The Long Night of Churches project consists of multiple places of worship. Each site opened its doors to the public from 6:45-11:45 p.m. allowing visitors to enjoy cultural and architectural aspect of the churches, chapels and synagogues.

A crowd gathers at St. Nicholas Church in Prague for the Long Night of Churches.
A crowd gathers at St. Nicholas Church in Prague for the Long Night of Churches.

The project started in Vienna, Austria, in 2003, as a mission to end anti-church propaganda and expand membership along the way.

Religious communities almost ceased to exist during the communist era. After over 20 years of religious oppression, the churches have yet to rebound in attendance.

“It’s really hard to reestablish the church,” says Martina Kopecka, a deacon of Prague’s St. Nicholas church in Old Town Square.

With a national population of 10 .5 million, Kopecka said St. Nicholas maintains 600 members.
Dalibor Vik, also a deacon at St. Nicholas, said the anti-church propaganda is more prevalent among older generations, who can still remember when religious indifference was the expected norm during the communist years.

“We hope to change it by events like this,” Vik said. “Maybe they [can] find out that there’s nothing bad about the church.”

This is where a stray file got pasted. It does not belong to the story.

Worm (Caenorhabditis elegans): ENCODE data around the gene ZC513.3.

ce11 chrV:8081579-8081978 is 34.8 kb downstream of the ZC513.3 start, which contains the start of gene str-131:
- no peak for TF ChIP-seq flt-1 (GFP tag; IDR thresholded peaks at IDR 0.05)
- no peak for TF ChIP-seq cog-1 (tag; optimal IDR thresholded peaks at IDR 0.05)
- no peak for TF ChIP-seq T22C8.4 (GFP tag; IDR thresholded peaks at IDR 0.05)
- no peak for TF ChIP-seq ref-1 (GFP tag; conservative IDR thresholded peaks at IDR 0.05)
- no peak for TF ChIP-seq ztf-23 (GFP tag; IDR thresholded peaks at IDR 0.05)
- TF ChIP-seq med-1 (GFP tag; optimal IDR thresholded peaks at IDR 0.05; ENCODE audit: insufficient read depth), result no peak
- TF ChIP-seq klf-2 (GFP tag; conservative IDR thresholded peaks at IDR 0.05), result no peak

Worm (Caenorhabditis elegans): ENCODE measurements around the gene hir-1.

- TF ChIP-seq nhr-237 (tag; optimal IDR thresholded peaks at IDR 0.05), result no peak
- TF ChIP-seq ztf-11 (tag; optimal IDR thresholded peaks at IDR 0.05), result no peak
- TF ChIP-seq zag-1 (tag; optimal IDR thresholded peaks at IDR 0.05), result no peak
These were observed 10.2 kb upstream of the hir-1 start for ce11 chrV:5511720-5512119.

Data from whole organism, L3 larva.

“It’s not about gaining new members. It’s mostly about inviting people. We think it’s better when they feel welcomed here.”

Citizens have largely abstained from religious involvement since their years under the Communism regime. From 1948-1989, the communist government outlawed religious practices, making atheism the dominant belief system. Many Czechs continue to abstain from a spiritual belief structure, making them one of the most non-religious countries in the world.  Nearly 60 percent of Czechs claim to be undeclared or nonreligious.

According to Zaboj Horak, author of “Religion and the Secular State in the Czech Republic,” under communistic rule, church properties were seized by the state; church schools and seminaries were abolished; monasteries emptied out to make room for military activities, and almost all bishops were imprisoned.

“I can hardly blame them for being agnostic,” said Ryan Beavers, director of worship and media arts for Ooletwah United Methodist Church. “The Czech Republic has really just been in the wrong place at the wrong time through much of church history.”

Beavers travelled to the Czech Republic in 2012 for mission work with his church.

“The church has their work cut out for them,” said Beavers.

A Catholic shrine to the Virgin Mary at a cathedral in Old Town Square.
A Catholic shrine to the Virgin Mary stands at a cathedral in Old Town Square.

Beavers says that many Czechs believed that Communism was in bed with Catholcism and have deep rooted trust issues regarding the church.